Vancomycin and Home Health Care

Thomas G. Fraser; Valentina Stosor; Qiong Wang; Anne Allen; Teresa R. Zembower

Disclosures

Emerging Infectious Diseases. 2005;11(10) 

In This Article

Abstract and Introduction

The Hospital Infection Control Practices Advisory Committee published guidelines for prudent use of vancomycin to combat increasing resistance to antimicrobial drugs. Studies examining compliance with these guidelines primarily involve hospitalized patients. The growing practice of home use of antimicrobial drugs led to this retrospective cohort study that evaluated parenteral vancomycin use in patients receiving it through a homecare agency. We found that 39.2% of outpatients received vancomycin outside the guidelines, mainly because of prolonged empiric therapy, dosing convenience, and prolonged use after surgery. Patients were more likely to receive vancomycin appropriately if they were >65 years of age, had a history of malignancy, or were discharged from a medical service. In addition, obtaining wound cultures and attempting a microbiologic diagnosis led to more appropriate vancomycin use. Recommendations for prudent vancomycin use are often overlooked when selecting antimicrobial drugs for home infusion. The public health impact of this practice remains unknown.

Vancomycin is an important agent for the treatment of serious infections caused by gram-positive bacteria.[1] Over the past 3 decades, its use has steadily increased because of increasing prevalence of β-lactam-resistant nosocomial pathogens, particularly, methicillin-resistant Staphylococcus aureus (MRSA) and coagulase-negative staphylococci (CoNS).[2,3] A consequence of this increased use has been the emergence and spread of vancomycin-resistant enterococci, the isolation of S. aureus with reduced susceptibility to glycopeptides, and, most recently, reports of infections caused by vancomycin-resistant S. aureus.[4–6]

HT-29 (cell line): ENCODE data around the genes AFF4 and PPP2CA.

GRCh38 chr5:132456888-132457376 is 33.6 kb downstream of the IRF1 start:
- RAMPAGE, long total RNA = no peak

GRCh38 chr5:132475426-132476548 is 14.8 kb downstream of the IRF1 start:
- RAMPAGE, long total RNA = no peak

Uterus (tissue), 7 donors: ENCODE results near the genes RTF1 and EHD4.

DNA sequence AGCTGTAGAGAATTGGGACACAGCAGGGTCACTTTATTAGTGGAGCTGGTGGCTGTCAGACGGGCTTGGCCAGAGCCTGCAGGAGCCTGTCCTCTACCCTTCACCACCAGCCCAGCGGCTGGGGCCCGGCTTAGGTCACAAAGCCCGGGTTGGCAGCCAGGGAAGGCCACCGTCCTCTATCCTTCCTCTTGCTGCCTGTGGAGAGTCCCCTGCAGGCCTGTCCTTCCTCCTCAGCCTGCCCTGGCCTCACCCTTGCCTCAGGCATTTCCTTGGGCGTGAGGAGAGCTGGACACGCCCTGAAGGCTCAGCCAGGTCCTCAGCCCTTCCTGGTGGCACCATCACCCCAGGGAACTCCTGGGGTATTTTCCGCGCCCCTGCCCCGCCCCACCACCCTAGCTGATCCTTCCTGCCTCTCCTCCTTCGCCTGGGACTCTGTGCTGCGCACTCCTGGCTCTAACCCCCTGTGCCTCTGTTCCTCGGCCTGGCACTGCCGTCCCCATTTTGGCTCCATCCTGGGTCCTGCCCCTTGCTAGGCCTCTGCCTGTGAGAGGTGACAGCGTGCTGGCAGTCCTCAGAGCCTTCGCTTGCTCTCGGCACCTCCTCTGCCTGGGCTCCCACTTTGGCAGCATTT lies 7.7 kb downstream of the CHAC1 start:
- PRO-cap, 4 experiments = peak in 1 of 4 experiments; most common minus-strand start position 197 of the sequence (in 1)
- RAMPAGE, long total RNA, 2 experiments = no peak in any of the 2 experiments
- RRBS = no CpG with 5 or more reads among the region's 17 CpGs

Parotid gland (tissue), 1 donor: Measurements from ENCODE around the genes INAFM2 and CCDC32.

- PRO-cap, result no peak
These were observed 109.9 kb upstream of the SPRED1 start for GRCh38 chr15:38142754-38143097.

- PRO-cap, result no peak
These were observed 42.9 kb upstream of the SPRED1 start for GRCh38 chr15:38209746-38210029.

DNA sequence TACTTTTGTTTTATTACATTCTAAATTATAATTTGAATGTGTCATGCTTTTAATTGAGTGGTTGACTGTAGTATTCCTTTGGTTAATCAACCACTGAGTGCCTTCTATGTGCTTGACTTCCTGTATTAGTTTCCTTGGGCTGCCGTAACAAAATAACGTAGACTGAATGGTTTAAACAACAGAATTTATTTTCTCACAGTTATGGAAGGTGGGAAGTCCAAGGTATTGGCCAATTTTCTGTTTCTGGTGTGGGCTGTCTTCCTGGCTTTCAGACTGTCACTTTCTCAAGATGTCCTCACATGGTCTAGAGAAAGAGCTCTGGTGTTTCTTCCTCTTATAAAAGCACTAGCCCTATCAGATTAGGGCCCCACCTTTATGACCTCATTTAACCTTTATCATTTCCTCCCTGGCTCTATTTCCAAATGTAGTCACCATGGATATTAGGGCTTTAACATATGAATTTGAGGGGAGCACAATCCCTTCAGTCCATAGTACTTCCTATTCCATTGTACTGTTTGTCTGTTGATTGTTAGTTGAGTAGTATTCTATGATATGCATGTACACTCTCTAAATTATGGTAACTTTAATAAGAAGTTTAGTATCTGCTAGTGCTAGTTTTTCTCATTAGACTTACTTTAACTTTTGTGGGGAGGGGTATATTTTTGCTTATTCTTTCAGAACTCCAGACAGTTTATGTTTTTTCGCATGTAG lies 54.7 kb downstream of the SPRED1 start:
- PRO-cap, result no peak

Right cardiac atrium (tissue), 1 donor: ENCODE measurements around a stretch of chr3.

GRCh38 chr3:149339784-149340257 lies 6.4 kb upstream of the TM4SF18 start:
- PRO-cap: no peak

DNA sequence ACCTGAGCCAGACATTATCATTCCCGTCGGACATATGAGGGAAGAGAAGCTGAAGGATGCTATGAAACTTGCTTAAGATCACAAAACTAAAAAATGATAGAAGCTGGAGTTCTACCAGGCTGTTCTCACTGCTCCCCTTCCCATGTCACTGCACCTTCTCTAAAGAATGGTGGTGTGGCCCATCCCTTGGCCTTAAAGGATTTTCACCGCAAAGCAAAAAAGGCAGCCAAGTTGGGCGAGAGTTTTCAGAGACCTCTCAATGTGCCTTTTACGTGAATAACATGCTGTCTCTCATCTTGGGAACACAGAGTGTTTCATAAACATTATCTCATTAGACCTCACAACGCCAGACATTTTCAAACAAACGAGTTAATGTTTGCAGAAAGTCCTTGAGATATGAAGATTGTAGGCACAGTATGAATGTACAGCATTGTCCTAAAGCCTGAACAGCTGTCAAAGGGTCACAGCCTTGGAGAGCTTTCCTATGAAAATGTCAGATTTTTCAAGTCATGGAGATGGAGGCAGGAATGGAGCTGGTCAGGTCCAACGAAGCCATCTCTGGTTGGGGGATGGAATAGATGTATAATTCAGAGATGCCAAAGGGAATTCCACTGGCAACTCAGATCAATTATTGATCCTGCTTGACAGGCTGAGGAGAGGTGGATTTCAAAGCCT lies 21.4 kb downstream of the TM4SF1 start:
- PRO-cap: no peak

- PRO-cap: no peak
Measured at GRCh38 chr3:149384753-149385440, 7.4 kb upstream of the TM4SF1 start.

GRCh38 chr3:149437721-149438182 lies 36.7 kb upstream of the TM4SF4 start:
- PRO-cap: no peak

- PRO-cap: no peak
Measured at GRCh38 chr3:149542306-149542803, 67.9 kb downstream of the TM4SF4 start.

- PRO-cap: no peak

Antimicrobial stewardship guidelines have been developed to ensure that vancomycin is used appropriately and retains its viability in the therapeutic armamentarium. The most broadly accepted benchmark was published by the Hospital Infection Control Practices Advisory Committee (HICPAC) of the Centers for Disease Control and Prevention.[7] These guidelines and most efforts to control use of antimicrobial drugs target the hospital setting.[8–12] However, the prevalence of drug-resistant pathogens in outpatient and ambulatory settings is increasing, as demonstrated by the prevalence of penicillin-resistant pneumococci and recent emergence of community-onset MRSA.[13,14] With an increasing number of patients receiving home infusions of antimicrobial drugs, the appropriateness of choices of drugs for outpatients warrants scrutiny. Guidelines for the administration of outpatient parenteral antibiotic therapy (OPAT) noted this and encouraged adherence to HICPAC guidelines.[15]

We conducted a retrospective cohort study of patients discharged from an academic medical center to complete a course of intravenous vancomycin at home. The main objectives were to describe the epidemiology of outpatients receiving vancomycin through a home healthcare agency, determine the appropriateness of outpatient vancomycin prescriptions according to HICPAC guidelines, and examine factors associated with outpatient vancomycin use that conformed to HICPAC guidelines.

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